Developed unbreakable glass technology for screens
Scientists from Australia, Great Britain, the USA and China have developed a technology for producing a new generation of composite glass, which can be used to make screens for LED lights, smartphones, TVs and computers. The new unbreakable glass provides crystal clear images. The material, based on lead halide perovskite nanocrystals, has bright photoluminescence in a narrow range of light.
“Lead halide perovskites can collect sunlight and convert it into renewable electricity, playing a vital role in lighting and inexpensive but highly efficient next-generation solar cells,” study leader Dr. Jingwei Hou of the University of Queensland cited in a press release.
In addition to lighting fixtures and solar panels, the new high-strength and transparent glass can be used in the manufacture of screens of electronic devices. Previously, it was produced only under tightly controlled laboratory conditions, because perovskite nanocrystals are extremely sensitive to light, heat and humidity. Even simple water vapor could destroy them in a matter of minutes.
“Our team of chemical engineers and materials scientists developed a process to bind the nanocrystals in porous glass,” Dr. Hou explains, “This process is key to stabilizing the material, improving its performance and preventing toxic lead ions from leaching out of it.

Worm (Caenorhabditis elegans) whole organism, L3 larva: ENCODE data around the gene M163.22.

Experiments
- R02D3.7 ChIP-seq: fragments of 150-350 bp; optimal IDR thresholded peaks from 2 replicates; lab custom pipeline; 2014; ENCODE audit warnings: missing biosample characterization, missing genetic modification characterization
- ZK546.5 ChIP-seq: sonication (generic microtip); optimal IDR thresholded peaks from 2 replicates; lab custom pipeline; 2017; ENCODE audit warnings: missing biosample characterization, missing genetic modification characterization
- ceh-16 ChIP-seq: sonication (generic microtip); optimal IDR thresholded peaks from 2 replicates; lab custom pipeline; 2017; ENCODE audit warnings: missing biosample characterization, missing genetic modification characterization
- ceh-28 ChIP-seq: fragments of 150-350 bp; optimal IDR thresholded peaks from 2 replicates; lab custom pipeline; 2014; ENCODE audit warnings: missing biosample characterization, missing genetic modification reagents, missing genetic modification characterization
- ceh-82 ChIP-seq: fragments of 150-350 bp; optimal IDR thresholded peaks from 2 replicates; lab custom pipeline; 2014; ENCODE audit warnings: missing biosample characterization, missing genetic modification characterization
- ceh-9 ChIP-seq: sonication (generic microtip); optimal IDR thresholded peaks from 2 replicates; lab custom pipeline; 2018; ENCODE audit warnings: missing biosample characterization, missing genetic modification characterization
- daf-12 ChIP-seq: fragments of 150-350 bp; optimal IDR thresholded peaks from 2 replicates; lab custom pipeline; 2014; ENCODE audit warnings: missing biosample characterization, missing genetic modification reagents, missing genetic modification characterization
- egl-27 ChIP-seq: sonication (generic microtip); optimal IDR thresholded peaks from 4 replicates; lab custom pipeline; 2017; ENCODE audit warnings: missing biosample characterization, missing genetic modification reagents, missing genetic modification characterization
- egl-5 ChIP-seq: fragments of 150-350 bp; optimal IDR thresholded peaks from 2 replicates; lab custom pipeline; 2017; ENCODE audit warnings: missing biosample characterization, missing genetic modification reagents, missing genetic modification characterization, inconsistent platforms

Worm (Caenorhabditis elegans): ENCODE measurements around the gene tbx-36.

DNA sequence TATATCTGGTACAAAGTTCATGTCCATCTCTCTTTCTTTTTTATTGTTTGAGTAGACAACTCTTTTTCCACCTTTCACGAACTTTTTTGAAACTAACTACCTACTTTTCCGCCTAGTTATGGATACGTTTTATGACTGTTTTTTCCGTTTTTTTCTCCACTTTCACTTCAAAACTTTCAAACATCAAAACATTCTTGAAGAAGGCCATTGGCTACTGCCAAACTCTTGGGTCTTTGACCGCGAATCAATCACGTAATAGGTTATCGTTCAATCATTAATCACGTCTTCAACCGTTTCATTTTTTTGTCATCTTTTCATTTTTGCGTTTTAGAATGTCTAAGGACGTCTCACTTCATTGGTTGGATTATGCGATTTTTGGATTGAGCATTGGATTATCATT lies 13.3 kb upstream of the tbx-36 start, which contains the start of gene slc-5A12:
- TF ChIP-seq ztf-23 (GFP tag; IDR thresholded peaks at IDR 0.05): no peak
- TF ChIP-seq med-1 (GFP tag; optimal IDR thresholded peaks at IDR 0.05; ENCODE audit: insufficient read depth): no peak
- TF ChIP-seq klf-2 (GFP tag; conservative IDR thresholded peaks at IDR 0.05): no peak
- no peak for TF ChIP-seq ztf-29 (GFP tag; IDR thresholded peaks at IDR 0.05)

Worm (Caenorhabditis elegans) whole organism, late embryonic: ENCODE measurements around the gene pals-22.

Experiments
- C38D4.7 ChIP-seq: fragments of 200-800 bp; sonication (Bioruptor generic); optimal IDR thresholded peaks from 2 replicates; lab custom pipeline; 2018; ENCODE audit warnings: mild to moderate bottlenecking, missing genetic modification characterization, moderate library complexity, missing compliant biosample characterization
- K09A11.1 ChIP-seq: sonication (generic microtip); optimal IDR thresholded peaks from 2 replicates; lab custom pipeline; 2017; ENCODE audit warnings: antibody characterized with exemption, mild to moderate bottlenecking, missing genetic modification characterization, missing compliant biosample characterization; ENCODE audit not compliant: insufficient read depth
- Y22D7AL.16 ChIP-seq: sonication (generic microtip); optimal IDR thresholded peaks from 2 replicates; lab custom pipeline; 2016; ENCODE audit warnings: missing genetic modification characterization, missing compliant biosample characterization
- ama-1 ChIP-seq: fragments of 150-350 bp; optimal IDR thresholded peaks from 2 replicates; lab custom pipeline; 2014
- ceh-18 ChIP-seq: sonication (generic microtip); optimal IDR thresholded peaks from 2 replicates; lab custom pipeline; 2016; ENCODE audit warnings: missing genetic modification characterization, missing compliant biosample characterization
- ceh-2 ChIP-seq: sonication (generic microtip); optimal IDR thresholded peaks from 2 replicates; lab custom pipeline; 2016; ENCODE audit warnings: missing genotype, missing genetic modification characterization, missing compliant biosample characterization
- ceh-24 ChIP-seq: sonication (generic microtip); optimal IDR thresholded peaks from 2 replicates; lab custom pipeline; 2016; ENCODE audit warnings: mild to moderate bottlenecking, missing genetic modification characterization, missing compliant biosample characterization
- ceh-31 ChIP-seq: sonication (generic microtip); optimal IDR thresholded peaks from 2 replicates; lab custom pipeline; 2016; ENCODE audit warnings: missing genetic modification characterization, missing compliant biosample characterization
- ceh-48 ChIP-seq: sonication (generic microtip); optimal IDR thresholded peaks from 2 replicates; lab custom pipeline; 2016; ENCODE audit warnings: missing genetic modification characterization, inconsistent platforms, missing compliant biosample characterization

The liquid-phase sintering technology developed by the scientists made it possible to create a composite material consisting of metal-organic framework glasses with lead halide perovskites embedded in them. The resulting material is not afraid of moisture – it can be immersed in water. It is also resistant to heat and light. This opens up wide prospects for its application in a wide variety of fields.
“Currently, QLED or quantum dot LED screens are considered the best in terms of image quality and performance,” Hou continues. – Our technology is scalable and can easily be applied to their production.”
“Not only can we make these nanocrystals more robust, but we can tune their optoelectronic properties so that fantastic emission efficiencies are obtained, including much needed white light LEDs,” says another study author Professor Vicki Chen of the Materials Science Laboratory at the University of California, Santa Barbara. The authors hope that their discovery will lead to a new generation of nanocrystalline composite glass, which is in high demand in the energy and chemical industries.